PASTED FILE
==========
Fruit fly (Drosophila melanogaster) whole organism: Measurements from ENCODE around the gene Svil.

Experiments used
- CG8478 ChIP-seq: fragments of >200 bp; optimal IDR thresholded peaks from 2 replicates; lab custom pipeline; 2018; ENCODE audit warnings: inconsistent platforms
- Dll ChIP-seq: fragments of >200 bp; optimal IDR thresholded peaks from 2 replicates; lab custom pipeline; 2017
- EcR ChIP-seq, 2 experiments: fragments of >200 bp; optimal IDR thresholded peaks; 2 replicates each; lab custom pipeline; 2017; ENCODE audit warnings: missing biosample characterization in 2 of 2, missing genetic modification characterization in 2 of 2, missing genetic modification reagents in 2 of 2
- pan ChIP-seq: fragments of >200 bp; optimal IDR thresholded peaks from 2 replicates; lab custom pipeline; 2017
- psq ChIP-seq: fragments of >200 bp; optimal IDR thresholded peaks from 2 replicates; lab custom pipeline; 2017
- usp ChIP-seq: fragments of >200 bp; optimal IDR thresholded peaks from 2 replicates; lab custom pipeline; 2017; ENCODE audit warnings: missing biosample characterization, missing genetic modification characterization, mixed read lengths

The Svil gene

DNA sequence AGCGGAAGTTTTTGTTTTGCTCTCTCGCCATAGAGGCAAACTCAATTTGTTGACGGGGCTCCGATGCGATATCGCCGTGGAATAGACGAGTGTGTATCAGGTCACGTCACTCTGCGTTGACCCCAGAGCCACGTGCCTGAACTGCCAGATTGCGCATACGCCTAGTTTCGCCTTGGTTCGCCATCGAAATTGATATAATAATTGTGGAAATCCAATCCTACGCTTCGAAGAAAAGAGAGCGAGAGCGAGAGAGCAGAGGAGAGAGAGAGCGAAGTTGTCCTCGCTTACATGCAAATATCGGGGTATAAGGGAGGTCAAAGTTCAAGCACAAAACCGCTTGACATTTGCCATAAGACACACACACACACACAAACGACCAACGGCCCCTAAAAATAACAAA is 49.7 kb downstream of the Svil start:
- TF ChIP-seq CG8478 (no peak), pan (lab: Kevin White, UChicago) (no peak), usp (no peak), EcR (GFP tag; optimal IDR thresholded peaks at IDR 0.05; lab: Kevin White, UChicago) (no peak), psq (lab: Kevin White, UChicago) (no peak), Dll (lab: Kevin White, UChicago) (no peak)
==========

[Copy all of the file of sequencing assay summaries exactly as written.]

Fruit fly (Drosophila melanogaster) whole organism: Measurements from ENCODE around the gene Svil.

Experiments used
- CG8478 ChIP-seq: fragments of >200 bp; optimal IDR thresholded peaks from 2 replicates; lab custom pipeline; 2018; ENCODE audit warnings: inconsistent platforms
- Dll ChIP-seq: fragments of >200 bp; optimal IDR thresholded peaks from 2 replicates; lab custom pipeline; 2017
- EcR ChIP-seq, 2 experiments: fragments of >200 bp; optimal IDR thresholded peaks; 2 replicates each; lab custom pipeline; 2017; ENCODE audit warnings: missing biosample characterization in 2 of 2, missing genetic modification characterization in 2 of 2, missing genetic modification reagents in 2 of 2
- pan ChIP-seq: fragments of >200 bp; optimal IDR thresholded peaks from 2 replicates; lab custom pipeline; 2017
- psq ChIP-seq: fragments of >200 bp; optimal IDR thresholded peaks from 2 replicates; lab custom pipeline; 2017
- usp ChIP-seq: fragments of >200 bp; optimal IDR thresholded peaks from 2 replicates; lab custom pipeline; 2017; ENCODE audit warnings: missing biosample characterization, missing genetic modification characterization, mixed read lengths

The Svil gene

DNA sequence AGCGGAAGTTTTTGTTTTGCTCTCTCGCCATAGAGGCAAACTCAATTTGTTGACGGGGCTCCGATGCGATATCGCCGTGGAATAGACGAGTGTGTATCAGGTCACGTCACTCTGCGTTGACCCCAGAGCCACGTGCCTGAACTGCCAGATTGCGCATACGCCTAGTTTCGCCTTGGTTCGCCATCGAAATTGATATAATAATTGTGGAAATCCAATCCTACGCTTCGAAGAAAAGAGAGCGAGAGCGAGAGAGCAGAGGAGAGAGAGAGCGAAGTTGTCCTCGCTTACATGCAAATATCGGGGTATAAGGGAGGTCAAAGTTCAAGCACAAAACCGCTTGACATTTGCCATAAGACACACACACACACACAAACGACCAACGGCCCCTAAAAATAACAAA is 49.7 kb downstream of the Svil start:
- TF ChIP-seq CG8478 (no peak), pan (lab: Kevin White, UChicago) (no peak), usp (no peak), EcR (GFP tag; optimal IDR thresholded peaks at IDR 0.05; lab: Kevin White, UChicago) (no peak), psq (lab: Kevin White, UChicago) (no peak), Dll (lab: Kevin White, UChicago) (no peak)